SENIORS’ STORIES TELL SPECIAL TALES OF DIVERSITY

One hundred seniors who have put pen to paper to share their personal stories of diversity have been published in the latest edition of Seniors’ Stories.

Seniors’ Stories is a writing competition aimed at celebrating the lives and contributions of seniors by giving them an opportunity to share their own short stories about their life experiences.

Minister for Multiculturalism and Minister for Seniors Mark Coure said the top 100 stories were collated from more than 330 submissions and will be available at local libraries across NSW for everyone to read.

“Storytelling is a universal pastime, and with so much lived experience, this writing competition gives seniors a unique opportunity to share their personal story with everyone,” Mr Coure said.

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“Seniors are an integral part of our communities, and I truly believe we can all learn a lot from these stories.” Now in its eighth edition, the theme for this year’s Seniors’ Stories is ‘Celebrating Diversity’.

“Each author shares their own experience of diversity, whether it be moving to a new place, learning about a new culture, enjoying new food or even meeting new people,” Mr Coure said.

“For the first time, we also have stories from 12 authors who submitted their stories in both English and their native languages, such as in Chinese, French, Greek, Spanish, Vietnamese and Urdu.”

Lucy Camilleri’s story A Richer Life features in the latest edition of Seniors’ Stories, which reflects on the influence being exposed to different cultures has had on her life.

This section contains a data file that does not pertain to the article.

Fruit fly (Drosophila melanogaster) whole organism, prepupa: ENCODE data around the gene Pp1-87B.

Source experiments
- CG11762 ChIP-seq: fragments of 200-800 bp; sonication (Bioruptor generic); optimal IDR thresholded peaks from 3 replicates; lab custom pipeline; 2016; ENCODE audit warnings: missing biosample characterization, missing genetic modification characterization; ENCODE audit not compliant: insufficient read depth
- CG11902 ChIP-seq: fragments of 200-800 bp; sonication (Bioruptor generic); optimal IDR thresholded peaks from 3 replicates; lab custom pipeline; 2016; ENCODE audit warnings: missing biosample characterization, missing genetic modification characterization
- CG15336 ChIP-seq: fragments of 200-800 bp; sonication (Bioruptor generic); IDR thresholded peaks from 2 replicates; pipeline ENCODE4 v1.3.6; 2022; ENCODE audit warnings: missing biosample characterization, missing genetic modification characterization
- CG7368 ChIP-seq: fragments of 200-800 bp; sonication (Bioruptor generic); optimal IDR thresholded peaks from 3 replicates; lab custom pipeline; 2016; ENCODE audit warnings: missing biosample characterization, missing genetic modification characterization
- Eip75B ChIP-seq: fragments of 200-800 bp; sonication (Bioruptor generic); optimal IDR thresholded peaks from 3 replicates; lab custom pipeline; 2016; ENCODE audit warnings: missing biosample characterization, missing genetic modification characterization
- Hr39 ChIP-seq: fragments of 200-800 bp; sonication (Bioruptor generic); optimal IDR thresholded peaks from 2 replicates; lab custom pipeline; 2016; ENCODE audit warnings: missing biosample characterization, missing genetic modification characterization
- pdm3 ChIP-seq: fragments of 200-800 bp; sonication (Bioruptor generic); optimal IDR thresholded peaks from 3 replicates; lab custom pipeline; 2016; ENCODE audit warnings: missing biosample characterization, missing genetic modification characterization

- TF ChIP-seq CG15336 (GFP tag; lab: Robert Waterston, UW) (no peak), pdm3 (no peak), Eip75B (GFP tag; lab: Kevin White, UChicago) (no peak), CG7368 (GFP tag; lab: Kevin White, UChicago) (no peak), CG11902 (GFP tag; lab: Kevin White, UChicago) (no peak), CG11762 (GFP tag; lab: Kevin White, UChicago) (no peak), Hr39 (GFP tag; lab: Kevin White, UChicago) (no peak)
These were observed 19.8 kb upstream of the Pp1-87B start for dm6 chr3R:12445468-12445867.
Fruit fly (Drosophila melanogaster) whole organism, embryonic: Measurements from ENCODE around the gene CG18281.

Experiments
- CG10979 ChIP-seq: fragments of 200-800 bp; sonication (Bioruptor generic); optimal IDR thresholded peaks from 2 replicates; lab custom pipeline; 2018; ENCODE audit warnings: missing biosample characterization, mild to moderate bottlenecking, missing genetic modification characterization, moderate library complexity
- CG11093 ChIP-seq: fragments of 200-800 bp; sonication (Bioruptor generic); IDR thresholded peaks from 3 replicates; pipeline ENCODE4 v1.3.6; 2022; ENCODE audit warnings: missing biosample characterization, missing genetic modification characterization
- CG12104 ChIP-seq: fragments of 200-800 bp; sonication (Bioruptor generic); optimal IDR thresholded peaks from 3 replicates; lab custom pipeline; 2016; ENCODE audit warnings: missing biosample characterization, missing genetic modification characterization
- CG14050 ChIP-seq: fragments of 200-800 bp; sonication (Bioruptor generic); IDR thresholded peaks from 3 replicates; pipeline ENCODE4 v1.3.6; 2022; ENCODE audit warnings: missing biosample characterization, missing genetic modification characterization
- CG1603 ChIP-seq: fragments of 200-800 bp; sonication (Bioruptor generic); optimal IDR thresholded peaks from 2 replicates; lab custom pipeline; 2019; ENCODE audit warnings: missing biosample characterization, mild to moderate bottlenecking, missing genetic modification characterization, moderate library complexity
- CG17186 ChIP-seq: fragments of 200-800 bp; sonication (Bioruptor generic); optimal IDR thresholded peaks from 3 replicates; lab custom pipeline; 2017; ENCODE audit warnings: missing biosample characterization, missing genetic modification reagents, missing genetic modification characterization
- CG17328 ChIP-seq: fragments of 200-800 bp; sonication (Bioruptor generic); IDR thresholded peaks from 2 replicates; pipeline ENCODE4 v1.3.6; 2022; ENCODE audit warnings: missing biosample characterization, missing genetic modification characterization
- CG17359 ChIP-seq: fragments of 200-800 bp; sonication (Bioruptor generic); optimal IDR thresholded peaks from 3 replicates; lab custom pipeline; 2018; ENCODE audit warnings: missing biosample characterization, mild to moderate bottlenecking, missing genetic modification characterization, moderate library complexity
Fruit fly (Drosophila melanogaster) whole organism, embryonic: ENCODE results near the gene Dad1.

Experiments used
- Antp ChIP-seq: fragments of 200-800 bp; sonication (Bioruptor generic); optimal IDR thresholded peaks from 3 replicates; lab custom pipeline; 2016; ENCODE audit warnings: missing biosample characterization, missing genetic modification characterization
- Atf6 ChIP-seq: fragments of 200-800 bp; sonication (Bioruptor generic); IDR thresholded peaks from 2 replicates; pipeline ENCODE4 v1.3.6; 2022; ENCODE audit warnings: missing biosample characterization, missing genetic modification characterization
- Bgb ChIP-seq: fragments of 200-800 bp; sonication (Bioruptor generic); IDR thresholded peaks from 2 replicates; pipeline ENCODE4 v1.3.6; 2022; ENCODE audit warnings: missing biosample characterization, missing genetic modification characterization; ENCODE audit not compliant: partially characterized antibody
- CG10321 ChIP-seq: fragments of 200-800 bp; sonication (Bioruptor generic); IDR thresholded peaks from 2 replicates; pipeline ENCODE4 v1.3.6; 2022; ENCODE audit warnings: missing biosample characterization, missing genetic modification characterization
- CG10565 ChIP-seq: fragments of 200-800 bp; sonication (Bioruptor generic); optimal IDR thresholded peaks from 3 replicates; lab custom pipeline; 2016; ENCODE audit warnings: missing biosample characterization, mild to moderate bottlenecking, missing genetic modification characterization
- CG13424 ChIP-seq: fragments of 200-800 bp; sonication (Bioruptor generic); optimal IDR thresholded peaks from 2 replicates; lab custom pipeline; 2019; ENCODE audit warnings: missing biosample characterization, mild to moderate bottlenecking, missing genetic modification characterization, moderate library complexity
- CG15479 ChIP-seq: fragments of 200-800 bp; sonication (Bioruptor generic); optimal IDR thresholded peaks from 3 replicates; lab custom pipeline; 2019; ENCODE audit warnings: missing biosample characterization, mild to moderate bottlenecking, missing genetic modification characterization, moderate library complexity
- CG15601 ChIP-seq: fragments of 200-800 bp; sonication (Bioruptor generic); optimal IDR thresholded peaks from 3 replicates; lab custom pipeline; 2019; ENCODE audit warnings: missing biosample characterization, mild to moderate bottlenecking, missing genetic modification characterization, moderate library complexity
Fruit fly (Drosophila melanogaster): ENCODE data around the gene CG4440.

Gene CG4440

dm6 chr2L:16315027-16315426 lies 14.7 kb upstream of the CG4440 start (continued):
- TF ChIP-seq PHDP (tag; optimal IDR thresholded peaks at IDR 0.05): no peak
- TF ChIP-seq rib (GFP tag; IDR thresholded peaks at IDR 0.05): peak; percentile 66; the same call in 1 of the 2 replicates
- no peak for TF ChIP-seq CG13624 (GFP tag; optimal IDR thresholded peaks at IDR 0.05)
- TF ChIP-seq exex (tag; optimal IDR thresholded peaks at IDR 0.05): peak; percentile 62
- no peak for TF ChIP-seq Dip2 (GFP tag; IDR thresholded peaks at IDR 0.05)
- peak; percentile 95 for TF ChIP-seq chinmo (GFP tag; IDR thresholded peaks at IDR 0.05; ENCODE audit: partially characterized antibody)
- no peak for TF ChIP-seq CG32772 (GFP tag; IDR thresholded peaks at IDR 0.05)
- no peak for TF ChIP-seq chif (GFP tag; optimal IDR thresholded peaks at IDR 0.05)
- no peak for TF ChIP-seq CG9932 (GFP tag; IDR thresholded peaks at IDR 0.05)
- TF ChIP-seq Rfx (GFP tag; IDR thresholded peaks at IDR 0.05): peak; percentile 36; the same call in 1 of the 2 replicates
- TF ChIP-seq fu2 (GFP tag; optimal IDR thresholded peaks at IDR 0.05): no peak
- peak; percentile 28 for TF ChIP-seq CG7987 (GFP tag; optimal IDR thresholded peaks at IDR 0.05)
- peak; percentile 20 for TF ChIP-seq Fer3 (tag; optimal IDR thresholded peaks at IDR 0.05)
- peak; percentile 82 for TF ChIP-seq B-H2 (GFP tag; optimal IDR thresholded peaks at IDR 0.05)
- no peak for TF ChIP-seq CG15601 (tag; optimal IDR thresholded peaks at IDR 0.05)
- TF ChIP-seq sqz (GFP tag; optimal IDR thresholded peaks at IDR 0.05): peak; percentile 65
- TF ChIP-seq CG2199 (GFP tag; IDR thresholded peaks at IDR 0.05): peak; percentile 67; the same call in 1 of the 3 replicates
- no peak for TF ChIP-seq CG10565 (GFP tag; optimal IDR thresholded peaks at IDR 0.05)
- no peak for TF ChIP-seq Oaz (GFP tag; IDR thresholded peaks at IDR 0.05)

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“The theme ‘Celebrating Diversity’ particularly interested me as my parents migrated here in 1948, and as my title suggests, they experienced ‘A Richer Life’ as Australia became the diverse country we know and love today,” Ms Camilleri said.

“I hope that anyone reading my story will experience the wonderful culture that has come to our shores as we celebrate diversity among our fellow man.”

Professor Mohammad Amjad Kamal’s Life journey story of Pakistani Scientist also features in the new instalment, sharing his journey from Pakistan to Australia driven by his work in education.

“How great is the Australian nation, where senior citizens are regarded by the publication of their life journey stories,” Professor Kamal said.

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“Our Australian nation greatly allows senior citizens to be acknowledged by giving them the opportunity of publication of their life journey stories allowing them to be an intellectual torch for youth generations.”

The NSW Government launched Seniors’ Stories in 2013 as a way of recognising and valuing the experiences of seniors. Seniors’ Stories Volume 8 will be available at all local libraries across NSW from 14 November, or a copy can be downloaded from www.seniorscard.nsw.gov.au